Location, a logistical opportunity, and the boss of an major American company with local roots have combined into a perfect “positive” storm for a project which could safeguard Ireland’s energy requirements for many years to come.
An almost unlimited supply of natural gas on the Texas/Mexico border, the closure of the rapidly-dying Kinsale Gas Fields in 2021, and an existing gas supply infrastructure in Cork harbour have made it an opportunity not to be missed.
The €338m pact between NextDecade Corporation, Flex LNG, and the Port of Cork to import natural gas is in the pipeline and could be completed as soon as late 2019 via a new terminal to be constructed in Whitegate.
NextDecade Corporation chief executive Kathleen Eisbrenner was in Cork yesterday to announce her company’s role in the project and her first trip to the lower harbour brought back some nostalgia. NextDecade is listed on the stock exchange and worth nearly €1bn.
The former senior executive with Shell seemed genuinely taken with the warm welcome she received, especially after revealing that her grandfather, Daniel Collins, had emigrated from Cobh in the early 1920s for a new life in America and was probably from West Cork.
Ms Eisbrenner and her entourage were brought to see the proposed facility in Whitegate. A tour of the harbour culminated with her visiting the Queenstown Heritage Centre and a visit to a local expert who is working on tracing her Collins’ roots.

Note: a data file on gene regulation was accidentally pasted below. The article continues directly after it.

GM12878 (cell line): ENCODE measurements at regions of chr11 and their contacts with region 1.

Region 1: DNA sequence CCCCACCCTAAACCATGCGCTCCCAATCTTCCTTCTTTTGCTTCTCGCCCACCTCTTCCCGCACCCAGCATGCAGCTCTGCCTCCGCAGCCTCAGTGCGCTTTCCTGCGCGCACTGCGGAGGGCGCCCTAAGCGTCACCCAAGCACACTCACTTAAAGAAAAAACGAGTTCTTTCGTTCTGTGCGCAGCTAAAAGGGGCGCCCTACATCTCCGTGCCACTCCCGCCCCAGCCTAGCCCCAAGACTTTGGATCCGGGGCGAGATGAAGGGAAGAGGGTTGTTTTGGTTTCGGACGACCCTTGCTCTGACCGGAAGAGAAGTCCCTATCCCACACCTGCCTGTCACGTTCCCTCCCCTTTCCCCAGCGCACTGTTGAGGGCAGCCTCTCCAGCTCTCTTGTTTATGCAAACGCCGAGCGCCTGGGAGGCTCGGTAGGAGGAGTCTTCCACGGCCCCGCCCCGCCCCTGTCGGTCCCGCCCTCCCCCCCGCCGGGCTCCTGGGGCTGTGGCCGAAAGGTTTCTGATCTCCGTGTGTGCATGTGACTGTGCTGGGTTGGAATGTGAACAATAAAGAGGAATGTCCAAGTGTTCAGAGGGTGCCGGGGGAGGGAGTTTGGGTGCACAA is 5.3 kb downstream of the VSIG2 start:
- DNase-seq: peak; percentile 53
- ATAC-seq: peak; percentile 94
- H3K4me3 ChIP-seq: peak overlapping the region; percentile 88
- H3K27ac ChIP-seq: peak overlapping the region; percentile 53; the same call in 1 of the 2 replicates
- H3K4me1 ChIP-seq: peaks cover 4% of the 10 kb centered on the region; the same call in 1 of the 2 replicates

Today, Ms Eisbrenner and her fellow investors will meet with representatives from Gas Networks Ireland, the Maritime College of Ireland and Kinsale Energy, the group which operates the gas fields in that area. Ms Eisbrenner and Flex LGN chief executive Jonathan Cook described the presence of expertise in the maritime college as an added bonus.
Meanwhile, Energy Cork, which speaks for a number of major industries located around the harbour, welcomed the announcement. Spokesman Kieran Lettice said the project would provide the Irish market with strategically important direct access to alternative sources of natural gas.
He said that US natural gas prices have, for the past decade, been significantly cheaper than European prices.
“This is an exciting development for Cork and a very important one for Ireland.” he said. “LNG, and in particular FSRU (Floating Storage Regasification Unit) technology, is unlocking a global marketplace for natural gas.
“It’s expanding the diversity of supply of natural gas and providing price competition to markets, particularly in Western Europe.
“Cork is an ideal location. Facilitating the import of LNG into the Irish market would significantly boost the diversity of sources and security of supply for Ireland’s natural gas supply, adding to indigenous production and imports by pipeline from the UK.”
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